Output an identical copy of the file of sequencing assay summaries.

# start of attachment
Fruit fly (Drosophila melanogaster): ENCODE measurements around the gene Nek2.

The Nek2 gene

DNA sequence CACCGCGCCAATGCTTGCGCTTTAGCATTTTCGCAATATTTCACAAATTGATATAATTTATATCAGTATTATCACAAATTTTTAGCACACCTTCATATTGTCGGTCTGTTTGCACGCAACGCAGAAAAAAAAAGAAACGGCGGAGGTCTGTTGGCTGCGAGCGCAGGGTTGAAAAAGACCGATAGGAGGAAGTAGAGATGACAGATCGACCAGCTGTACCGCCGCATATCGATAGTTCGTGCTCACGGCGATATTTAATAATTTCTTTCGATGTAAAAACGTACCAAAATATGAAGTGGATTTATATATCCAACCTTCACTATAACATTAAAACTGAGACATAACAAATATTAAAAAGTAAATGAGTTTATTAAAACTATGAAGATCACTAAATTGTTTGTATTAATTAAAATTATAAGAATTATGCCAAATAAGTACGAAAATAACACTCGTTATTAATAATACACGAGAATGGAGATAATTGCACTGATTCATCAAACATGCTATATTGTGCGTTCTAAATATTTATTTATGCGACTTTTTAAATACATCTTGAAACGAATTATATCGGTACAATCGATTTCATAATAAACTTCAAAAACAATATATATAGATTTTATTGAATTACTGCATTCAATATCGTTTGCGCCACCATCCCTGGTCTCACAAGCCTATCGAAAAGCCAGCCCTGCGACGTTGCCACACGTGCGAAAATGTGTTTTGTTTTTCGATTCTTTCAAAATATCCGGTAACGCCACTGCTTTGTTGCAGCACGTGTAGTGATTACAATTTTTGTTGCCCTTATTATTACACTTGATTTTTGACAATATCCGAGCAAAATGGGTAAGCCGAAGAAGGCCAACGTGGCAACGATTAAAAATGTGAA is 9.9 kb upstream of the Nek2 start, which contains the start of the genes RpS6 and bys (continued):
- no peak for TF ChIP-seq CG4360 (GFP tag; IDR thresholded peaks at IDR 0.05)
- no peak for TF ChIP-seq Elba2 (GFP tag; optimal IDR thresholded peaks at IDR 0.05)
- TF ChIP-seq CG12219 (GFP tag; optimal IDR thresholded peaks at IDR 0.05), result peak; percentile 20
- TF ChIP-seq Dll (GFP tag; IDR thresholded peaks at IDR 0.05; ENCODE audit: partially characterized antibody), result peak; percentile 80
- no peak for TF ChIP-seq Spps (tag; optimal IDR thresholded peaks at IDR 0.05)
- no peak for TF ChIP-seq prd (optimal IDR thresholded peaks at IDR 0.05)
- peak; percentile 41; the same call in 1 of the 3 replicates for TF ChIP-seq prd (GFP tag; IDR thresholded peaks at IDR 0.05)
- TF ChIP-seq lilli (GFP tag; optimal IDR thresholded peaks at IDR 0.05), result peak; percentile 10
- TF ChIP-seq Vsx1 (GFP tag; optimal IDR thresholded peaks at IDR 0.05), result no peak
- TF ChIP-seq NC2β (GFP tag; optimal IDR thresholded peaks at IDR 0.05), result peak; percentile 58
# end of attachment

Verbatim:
Fruit fly (Drosophila melanogaster): ENCODE measurements around the gene Nek2.

The Nek2 gene

DNA sequence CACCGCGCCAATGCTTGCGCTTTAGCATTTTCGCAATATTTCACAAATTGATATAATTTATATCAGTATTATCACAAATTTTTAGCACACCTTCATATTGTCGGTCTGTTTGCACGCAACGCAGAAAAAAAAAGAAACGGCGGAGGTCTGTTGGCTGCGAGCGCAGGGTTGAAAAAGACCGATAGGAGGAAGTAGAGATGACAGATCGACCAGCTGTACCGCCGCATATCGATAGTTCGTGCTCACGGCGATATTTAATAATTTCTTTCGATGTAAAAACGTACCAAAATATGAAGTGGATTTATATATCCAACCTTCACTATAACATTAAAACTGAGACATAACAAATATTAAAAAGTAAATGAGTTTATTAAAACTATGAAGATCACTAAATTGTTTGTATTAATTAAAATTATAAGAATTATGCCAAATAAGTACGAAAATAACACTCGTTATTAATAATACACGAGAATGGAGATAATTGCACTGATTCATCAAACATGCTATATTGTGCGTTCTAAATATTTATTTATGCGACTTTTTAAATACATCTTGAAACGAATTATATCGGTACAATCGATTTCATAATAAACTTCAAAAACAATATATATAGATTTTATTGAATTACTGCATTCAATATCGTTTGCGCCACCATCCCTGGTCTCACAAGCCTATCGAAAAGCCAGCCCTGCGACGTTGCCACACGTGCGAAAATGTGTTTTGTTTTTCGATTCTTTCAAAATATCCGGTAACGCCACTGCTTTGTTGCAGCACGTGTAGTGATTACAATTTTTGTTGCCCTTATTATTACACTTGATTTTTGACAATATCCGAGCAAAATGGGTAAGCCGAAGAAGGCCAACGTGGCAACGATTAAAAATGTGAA is 9.9 kb upstream of the Nek2 start, which contains the start of the genes RpS6 and bys (continued):
- no peak for TF ChIP-seq CG4360 (GFP tag; IDR thresholded peaks at IDR 0.05)
- no peak for TF ChIP-seq Elba2 (GFP tag; optimal IDR thresholded peaks at IDR 0.05)
- TF ChIP-seq CG12219 (GFP tag; optimal IDR thresholded peaks at IDR 0.05), result peak; percentile 20
- TF ChIP-seq Dll (GFP tag; IDR thresholded peaks at IDR 0.05; ENCODE audit: partially characterized antibody), result peak; percentile 80
- no peak for TF ChIP-seq Spps (tag; optimal IDR thresholded peaks at IDR 0.05)
- no peak for TF ChIP-seq prd (optimal IDR thresholded peaks at IDR 0.05)
- peak; percentile 41; the same call in 1 of the 3 replicates for TF ChIP-seq prd (GFP tag; IDR thresholded peaks at IDR 0.05)
- TF ChIP-seq lilli (GFP tag; optimal IDR thresholded peaks at IDR 0.05), result peak; percentile 10
- TF ChIP-seq Vsx1 (GFP tag; optimal IDR thresholded peaks at IDR 0.05), result no peak
- TF ChIP-seq NC2β (GFP tag; optimal IDR thresholded peaks at IDR 0.05), result peak; percentile 58